among the active potential parents of that mote – load
    balancing and fast fault recovery

                           Losing the Parent

•   If a mote (i, j) does not receive any connected(x, y) msg from any
    of its potential parents for 120 seconds, then (i, j) loses its parent

•   If a mote (i, j) has no parent and receives a connected(x, y) msg,
    where (x, y) is not a potential parent of (i, j), then (i, j) makes
    (x, y) its “foster parent” but (i, j) will not send connected(i, j) msgs
    as long as (i, j) has no parent

                   Using the Routing Protocol

•   When a mote (i, j) has a data msg to forward, it checks whether
    (i, j) has a parent or a foster parent

     if (i, j) has a parent or a foster parent (x, y), (i, j) sends a
       data(x, y) msg, intended for (x, y)

     otherwise, (i, j) discards the data msg

•   A mote (i, j) has a data msg to forward iff either the mote itself has
    generated the msg or it has received the data(i, j) msg

        Using the Routing Protocol by the Root

•   When mote (0, 0), the base station, receives any data(x, y), it
    forwards the msg text to its resident application (the base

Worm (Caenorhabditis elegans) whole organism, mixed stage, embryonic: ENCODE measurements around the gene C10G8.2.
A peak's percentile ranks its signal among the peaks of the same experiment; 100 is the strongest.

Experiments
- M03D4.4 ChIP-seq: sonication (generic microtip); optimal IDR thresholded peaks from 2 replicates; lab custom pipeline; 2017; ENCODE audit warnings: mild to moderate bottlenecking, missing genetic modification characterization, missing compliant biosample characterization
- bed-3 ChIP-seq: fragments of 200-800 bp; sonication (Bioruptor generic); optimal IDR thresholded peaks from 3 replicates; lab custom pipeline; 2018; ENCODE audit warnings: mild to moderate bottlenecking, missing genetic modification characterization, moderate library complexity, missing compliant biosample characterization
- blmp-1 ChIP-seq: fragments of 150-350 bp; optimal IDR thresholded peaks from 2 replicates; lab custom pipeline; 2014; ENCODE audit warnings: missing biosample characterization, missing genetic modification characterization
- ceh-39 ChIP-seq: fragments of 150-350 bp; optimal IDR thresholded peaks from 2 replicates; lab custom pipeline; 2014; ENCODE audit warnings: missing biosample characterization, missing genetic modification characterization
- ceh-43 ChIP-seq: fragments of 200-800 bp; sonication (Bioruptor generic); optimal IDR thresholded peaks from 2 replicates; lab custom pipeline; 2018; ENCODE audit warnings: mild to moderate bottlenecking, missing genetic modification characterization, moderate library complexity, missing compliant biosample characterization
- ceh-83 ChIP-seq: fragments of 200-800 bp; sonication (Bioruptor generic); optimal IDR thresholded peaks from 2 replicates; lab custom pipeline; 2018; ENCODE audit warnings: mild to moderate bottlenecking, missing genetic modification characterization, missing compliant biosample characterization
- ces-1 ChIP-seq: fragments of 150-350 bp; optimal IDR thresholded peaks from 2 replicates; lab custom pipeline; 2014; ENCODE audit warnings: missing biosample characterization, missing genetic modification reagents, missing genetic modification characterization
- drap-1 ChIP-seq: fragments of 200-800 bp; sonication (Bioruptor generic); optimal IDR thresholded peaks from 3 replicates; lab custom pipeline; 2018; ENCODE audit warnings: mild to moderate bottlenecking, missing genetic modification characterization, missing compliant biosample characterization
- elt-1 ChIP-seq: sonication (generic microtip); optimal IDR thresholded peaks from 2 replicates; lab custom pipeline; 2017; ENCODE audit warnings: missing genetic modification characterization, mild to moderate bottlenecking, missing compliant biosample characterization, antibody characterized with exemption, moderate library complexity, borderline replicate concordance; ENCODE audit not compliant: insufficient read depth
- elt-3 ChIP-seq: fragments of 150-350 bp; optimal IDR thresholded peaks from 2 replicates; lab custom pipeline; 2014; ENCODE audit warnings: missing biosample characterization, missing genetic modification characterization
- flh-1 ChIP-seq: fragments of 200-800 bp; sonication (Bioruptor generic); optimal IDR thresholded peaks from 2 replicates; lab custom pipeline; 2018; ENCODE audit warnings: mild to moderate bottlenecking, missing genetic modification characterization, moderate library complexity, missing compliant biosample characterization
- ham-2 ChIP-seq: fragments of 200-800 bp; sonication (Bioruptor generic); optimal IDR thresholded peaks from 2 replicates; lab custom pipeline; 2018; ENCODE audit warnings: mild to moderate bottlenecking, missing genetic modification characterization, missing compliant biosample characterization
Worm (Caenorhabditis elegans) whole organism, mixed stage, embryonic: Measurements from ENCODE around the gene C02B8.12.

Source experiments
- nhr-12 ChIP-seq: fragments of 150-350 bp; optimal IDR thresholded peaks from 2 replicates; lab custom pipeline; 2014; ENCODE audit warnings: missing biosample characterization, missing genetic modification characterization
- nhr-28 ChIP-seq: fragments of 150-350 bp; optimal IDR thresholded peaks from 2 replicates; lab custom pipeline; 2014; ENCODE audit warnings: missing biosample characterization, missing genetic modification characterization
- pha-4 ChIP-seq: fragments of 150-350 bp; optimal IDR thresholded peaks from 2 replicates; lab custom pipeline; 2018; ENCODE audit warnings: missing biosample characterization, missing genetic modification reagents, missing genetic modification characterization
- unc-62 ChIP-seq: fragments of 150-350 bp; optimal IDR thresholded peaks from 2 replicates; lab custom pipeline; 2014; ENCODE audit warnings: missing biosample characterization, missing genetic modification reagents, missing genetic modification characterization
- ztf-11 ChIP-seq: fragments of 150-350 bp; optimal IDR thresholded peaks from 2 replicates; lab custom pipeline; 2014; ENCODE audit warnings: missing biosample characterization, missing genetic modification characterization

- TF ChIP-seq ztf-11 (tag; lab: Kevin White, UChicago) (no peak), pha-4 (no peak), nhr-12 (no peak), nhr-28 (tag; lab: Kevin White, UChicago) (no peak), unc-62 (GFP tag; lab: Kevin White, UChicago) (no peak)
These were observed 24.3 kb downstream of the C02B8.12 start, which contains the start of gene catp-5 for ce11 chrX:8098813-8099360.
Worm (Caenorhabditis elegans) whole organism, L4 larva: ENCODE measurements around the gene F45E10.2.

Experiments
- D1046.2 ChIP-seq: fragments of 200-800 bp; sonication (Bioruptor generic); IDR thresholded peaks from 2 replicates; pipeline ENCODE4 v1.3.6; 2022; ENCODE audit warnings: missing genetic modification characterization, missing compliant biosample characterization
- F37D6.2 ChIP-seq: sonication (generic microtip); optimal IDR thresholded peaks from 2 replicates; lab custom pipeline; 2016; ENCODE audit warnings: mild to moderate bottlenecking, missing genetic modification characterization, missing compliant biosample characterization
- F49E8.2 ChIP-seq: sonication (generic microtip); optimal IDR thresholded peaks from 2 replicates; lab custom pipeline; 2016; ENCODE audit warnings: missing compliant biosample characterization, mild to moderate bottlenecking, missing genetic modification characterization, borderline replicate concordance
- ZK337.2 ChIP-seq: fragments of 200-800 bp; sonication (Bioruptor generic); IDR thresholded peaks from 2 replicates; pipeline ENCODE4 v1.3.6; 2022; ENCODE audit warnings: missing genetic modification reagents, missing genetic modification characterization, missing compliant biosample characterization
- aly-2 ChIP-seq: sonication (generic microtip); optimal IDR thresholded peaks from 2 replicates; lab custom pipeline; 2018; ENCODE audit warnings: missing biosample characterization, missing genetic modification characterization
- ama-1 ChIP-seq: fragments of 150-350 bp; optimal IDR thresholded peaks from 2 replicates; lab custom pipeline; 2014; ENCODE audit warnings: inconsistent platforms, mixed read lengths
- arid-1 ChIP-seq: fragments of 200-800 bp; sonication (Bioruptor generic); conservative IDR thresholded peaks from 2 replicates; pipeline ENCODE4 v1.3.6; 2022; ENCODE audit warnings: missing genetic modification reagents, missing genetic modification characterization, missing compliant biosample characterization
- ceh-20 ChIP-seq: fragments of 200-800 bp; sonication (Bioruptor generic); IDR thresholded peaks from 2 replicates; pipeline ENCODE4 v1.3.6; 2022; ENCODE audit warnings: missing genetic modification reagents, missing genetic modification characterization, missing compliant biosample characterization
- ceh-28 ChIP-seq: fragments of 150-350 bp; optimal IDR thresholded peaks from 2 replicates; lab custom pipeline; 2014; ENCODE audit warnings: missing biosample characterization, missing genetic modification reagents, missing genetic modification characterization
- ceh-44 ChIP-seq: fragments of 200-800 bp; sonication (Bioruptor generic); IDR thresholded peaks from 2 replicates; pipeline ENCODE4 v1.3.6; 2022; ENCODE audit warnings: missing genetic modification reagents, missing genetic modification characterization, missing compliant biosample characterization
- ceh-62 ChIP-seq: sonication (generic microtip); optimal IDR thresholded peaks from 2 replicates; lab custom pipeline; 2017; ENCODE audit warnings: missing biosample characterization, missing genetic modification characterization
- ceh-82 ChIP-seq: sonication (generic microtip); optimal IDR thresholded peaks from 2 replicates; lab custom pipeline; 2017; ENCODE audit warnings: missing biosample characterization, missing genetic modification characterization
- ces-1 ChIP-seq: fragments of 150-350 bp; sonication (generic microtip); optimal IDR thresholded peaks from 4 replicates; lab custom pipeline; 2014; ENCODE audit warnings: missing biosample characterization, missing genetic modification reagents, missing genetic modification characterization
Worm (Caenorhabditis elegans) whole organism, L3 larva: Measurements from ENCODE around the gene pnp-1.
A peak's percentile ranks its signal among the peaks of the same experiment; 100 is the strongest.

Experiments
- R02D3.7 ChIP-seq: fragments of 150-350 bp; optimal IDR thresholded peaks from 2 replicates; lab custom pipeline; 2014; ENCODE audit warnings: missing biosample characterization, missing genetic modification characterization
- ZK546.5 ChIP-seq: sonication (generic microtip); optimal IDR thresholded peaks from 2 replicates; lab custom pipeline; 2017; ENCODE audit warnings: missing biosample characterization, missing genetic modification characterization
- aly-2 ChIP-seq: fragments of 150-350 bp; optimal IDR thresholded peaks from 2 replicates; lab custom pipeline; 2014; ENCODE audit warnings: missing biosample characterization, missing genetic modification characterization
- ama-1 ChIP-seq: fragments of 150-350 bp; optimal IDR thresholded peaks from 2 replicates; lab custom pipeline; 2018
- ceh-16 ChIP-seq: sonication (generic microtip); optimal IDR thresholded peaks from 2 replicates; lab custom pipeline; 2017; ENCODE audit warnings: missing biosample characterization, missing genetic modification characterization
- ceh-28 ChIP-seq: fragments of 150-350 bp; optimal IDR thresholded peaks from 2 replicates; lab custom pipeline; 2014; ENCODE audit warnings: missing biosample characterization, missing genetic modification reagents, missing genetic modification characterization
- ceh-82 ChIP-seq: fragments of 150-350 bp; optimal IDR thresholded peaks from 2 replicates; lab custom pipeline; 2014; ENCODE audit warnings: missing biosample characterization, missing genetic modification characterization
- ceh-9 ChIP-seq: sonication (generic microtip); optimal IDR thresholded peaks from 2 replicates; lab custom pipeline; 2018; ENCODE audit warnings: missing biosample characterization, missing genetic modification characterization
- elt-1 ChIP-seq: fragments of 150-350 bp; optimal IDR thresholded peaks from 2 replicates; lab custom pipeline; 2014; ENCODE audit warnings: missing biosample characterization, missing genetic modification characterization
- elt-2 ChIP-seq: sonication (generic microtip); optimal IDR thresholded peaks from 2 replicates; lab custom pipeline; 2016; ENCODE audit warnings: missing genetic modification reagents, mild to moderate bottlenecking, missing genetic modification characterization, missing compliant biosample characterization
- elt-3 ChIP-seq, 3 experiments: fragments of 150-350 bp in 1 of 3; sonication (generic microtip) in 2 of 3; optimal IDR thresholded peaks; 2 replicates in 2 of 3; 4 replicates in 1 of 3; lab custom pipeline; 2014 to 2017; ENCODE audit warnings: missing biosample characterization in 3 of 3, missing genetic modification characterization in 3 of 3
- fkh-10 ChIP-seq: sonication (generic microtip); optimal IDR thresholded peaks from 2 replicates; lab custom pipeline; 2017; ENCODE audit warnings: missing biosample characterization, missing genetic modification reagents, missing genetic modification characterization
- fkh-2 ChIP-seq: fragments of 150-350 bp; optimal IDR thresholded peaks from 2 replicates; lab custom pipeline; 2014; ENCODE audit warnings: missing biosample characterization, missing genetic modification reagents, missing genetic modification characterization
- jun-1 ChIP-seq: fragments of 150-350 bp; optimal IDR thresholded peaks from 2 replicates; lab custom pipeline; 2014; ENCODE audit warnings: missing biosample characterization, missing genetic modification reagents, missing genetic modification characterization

station snooping)

                   Grid Routing in Exscal

•   Each mote is assigned three potential parents for a base station,
    based on a location of a mote in a logical grid
       A mote reads potential parent information from internal flash.
       “Potential Parents” session will cover how to compute potential
        parents for each mote in the demo topology

•   Provide primary and secondary base stations for each mote -
    overcome a base station failure
       A sensor can be connected to the secondary base station, only when
        its primary base station fails

•   Connected message format
         connected(myID, currentBaseStationID)

                     Data-centric routing

•   Sensor networks can be considered as a virtual database

•   Implement query-processing operators in the sensor network